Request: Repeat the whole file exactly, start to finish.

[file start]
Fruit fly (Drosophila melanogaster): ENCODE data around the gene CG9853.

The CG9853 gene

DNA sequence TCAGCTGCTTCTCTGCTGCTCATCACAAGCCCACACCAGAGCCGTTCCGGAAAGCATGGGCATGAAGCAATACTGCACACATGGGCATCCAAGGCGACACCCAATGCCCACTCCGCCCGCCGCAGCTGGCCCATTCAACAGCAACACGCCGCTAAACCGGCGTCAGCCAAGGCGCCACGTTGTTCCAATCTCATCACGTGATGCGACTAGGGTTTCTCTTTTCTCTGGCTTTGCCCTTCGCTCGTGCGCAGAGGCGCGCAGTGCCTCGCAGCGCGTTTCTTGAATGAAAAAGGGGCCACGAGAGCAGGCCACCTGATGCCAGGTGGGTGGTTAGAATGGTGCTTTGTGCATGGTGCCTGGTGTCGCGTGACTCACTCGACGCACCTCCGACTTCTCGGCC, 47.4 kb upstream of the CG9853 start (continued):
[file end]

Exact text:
Fruit fly (Drosophila melanogaster): ENCODE data around the gene CG9853.

The CG9853 gene

DNA sequence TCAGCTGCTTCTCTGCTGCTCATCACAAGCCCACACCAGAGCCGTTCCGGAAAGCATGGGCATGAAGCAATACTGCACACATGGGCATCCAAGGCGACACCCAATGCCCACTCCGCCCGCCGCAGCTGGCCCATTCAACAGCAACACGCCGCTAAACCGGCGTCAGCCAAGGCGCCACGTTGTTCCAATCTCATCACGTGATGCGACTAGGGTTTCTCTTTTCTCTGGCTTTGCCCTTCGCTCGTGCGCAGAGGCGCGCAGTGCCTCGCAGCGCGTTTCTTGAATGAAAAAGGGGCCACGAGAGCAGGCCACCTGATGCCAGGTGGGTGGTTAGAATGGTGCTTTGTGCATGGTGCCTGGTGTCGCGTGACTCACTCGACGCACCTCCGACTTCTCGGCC, 47.4 kb upstream of the CG9853 start (continued):